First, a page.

Rain forest

There are many threats to the world’s remaining rainforests, such as logging, cattle ranching, soybean cultivation and palm oil.The focus is on one of the largest of those, the practice of slash and burn farming. At present at least 200 million of the world’s poorest farmers are forced to eke out a living on some of the world’s poorest soils by slashing and then burning tropical forest.

This form of farming is so destructive because farmers cannot cultivate the same plot of land long term. The soil loses its fertility a few short years. This results in the need to cut down the rainforests to find new fertile land. Typically estimate are that around 8% of CO2 emissions come from slash and burn farming.

If farmers can cultivate the same plot year after year then this cycle of destruction is halted. Logging of primary rainforests is replaced with large plantations that remain in place year after year. This halts the nomadic lifestyle of poor farming families, raising them out of poverty. And such plantations are valuable carbon sinks.

Landless farmers can usually sustain themselves for between two and four years on the same patch of soil. They are faced with either a daily walk of several miles to a new patch of fresh soil or uprooting their families and moving to a new patch. Not only is this devastating the worlds remaining tropical forests but is also forcing many farmers to abandon the land, and migrate to city slums in the hope of feeding their families. After slash and burn farming there is little chance of regeneration of a plot of land, the tree seeds are lost and tough invasive grasses take over.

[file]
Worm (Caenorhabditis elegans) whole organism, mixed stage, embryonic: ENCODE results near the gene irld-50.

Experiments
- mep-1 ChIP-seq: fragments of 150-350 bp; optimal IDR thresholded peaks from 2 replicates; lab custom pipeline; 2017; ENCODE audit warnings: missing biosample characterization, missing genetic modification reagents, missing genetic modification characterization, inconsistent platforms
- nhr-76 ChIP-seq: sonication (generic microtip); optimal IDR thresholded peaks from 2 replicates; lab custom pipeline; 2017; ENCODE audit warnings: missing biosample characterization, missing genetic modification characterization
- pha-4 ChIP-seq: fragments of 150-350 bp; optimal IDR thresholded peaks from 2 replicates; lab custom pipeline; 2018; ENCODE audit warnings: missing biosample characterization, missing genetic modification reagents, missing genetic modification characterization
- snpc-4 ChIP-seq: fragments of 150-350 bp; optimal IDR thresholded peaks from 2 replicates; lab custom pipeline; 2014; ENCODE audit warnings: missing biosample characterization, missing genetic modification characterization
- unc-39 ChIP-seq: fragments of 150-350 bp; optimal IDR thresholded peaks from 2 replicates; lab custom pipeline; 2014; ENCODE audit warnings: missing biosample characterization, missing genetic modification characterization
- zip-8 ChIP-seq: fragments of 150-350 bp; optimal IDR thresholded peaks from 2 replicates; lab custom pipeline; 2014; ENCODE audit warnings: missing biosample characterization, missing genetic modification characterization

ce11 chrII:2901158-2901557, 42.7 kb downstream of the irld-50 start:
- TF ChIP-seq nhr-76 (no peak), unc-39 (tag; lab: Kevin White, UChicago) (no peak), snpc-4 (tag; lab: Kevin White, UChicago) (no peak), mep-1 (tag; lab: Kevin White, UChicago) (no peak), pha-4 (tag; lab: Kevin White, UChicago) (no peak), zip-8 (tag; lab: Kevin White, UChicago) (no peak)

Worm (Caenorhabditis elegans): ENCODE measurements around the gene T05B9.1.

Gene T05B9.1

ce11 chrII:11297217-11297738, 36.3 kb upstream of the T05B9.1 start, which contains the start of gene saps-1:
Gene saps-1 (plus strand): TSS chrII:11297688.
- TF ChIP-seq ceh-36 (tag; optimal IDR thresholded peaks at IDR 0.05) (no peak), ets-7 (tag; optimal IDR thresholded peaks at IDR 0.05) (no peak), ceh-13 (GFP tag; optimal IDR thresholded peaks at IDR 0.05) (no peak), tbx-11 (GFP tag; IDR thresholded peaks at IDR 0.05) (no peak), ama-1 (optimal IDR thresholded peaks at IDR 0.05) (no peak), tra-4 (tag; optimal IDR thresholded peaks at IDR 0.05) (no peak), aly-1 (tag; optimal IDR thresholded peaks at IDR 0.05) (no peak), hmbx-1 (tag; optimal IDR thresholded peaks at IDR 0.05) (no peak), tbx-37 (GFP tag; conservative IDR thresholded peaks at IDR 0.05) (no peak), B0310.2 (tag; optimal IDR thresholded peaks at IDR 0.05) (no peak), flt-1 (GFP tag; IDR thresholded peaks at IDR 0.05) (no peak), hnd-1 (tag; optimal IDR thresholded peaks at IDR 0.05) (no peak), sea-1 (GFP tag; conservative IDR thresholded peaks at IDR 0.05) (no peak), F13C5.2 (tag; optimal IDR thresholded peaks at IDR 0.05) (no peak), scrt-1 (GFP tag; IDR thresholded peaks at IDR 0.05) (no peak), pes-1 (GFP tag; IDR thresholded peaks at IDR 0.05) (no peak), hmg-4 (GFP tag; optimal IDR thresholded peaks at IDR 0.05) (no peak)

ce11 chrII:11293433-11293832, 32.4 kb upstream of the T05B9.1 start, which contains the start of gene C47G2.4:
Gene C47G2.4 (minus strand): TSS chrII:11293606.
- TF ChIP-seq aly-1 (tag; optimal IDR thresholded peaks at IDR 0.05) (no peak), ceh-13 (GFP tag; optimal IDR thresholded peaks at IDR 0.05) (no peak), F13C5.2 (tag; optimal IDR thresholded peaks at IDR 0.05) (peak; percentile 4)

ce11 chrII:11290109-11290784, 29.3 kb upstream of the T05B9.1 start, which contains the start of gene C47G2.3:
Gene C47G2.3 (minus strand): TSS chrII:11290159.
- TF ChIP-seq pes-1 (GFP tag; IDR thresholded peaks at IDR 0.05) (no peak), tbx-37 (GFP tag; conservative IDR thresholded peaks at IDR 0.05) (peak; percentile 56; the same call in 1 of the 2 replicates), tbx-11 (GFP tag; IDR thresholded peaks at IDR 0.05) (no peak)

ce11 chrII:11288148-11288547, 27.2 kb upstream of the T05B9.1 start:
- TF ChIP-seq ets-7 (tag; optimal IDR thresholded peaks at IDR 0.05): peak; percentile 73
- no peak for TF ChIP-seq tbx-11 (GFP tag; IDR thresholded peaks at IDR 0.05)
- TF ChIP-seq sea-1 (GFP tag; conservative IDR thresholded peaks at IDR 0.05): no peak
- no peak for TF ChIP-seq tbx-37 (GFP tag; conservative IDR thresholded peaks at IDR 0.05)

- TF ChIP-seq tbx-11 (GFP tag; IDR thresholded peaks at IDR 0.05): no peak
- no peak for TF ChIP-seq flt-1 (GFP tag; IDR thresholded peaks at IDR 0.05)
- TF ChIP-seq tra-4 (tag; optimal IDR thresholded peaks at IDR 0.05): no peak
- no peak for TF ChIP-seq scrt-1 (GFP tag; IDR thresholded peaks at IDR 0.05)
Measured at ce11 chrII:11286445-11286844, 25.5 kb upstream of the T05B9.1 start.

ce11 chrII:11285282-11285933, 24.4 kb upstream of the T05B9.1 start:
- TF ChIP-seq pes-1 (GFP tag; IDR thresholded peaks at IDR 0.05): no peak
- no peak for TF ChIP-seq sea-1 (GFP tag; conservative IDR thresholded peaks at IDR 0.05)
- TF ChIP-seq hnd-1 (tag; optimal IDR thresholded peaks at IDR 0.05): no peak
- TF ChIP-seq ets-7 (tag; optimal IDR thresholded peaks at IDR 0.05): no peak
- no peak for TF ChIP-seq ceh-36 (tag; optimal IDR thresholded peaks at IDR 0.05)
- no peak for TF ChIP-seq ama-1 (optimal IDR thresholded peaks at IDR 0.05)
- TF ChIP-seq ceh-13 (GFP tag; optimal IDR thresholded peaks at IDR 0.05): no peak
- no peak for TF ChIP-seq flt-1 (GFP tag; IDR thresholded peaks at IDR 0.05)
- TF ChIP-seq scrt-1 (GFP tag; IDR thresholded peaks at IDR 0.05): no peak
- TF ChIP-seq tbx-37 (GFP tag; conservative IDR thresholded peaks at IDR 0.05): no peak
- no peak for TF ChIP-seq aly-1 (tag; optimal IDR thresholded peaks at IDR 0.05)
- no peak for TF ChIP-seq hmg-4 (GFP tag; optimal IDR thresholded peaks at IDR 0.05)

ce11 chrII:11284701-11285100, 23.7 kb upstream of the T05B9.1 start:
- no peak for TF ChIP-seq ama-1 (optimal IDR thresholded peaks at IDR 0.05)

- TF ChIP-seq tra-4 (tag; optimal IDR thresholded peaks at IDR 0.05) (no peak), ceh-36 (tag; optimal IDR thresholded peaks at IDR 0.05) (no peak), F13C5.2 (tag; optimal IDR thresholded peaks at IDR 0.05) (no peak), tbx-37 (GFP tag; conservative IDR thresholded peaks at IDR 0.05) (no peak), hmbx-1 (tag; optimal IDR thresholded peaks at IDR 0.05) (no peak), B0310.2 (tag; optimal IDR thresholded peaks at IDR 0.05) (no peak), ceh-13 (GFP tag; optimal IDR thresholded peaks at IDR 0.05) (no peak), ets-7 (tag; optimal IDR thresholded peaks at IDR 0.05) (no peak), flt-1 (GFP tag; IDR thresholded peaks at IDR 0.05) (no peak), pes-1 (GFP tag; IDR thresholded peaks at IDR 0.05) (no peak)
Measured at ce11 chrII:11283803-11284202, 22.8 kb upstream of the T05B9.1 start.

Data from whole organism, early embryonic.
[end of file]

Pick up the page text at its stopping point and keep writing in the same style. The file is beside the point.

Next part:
Inga alley cropping is a sustainable alternative form of farming, suited to the acid degraded rainforest, or former rainforest, soils. It is a system based on two decades of laboratory research, field trials and practice by farmers. The farmers can cultivate the same plot year after year without the need for expensive chemical inputs such as weed killer or fertilizer. At most they may need a little inexpensive rock phosphate to start off with.

Alley cropping involves growing crops between rows of trees. It has been widely used in Africa but until recently it didn’t work in Central and South America. Certain native species of Inga have now been found to be very suitable for alley cropping. This system has been found to be effective not only in maintaining the soil fertility of a plot, but in restoring fertility to previously degraded and unusable land.

The amazing solution helps just about everyone involved: ­sustainable farming, regeneration of degraded land, better lives for the farmers, a manageable workload, no more exposure to debt and the possibility of growing cash crops. ­No more rainforest needs to be cut down.Hence the purpose at Rainforest Saver Foundation to spread the idea far and wide for the benefit for all, and provide support for people wanting to implement it.

Leave a Reply

Your email address will not be published. Required fields are marked *

Make Correct Pattern to CommentWordPress CAPTCHA